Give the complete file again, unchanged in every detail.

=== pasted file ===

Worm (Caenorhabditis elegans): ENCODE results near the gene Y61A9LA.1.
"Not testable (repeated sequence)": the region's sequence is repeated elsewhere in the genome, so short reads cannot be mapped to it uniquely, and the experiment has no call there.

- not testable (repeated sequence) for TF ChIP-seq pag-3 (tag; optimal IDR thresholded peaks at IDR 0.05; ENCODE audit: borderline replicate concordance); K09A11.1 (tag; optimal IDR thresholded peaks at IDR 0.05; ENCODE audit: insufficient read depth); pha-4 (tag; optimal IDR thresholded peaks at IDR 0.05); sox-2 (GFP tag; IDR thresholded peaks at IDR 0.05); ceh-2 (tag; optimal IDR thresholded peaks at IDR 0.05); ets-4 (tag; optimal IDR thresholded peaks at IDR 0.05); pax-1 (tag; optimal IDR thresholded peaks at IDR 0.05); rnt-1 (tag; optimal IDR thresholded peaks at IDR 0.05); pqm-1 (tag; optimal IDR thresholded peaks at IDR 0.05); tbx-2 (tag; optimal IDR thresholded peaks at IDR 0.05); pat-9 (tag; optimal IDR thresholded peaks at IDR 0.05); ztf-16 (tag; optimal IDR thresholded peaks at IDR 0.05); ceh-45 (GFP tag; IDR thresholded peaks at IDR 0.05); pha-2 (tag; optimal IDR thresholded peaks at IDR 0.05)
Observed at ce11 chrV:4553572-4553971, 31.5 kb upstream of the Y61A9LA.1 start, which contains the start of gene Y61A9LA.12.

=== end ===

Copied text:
Worm (Caenorhabditis elegans): ENCODE results near the gene Y61A9LA.1.
"Not testable (repeated sequence)": the region's sequence is repeated elsewhere in the genome, so short reads cannot be mapped to it uniquely, and the experiment has no call there.

- not testable (repeated sequence) for TF ChIP-seq pag-3 (tag; optimal IDR thresholded peaks at IDR 0.05; ENCODE audit: borderline replicate concordance); K09A11.1 (tag; optimal IDR thresholded peaks at IDR 0.05; ENCODE audit: insufficient read depth); pha-4 (tag; optimal IDR thresholded peaks at IDR 0.05); sox-2 (GFP tag; IDR thresholded peaks at IDR 0.05); ceh-2 (tag; optimal IDR thresholded peaks at IDR 0.05); ets-4 (tag; optimal IDR thresholded peaks at IDR 0.05); pax-1 (tag; optimal IDR thresholded peaks at IDR 0.05); rnt-1 (tag; optimal IDR thresholded peaks at IDR 0.05); pqm-1 (tag; optimal IDR thresholded peaks at IDR 0.05); tbx-2 (tag; optimal IDR thresholded peaks at IDR 0.05); pat-9 (tag; optimal IDR thresholded peaks at IDR 0.05); ztf-16 (tag; optimal IDR thresholded peaks at IDR 0.05); ceh-45 (GFP tag; IDR thresholded peaks at IDR 0.05); pha-2 (tag; optimal IDR thresholded peaks at IDR 0.05)
Observed at ce11 chrV:4553572-4553971, 31.5 kb upstream of the Y61A9LA.1 start, which contains the start of gene Y61A9LA.12.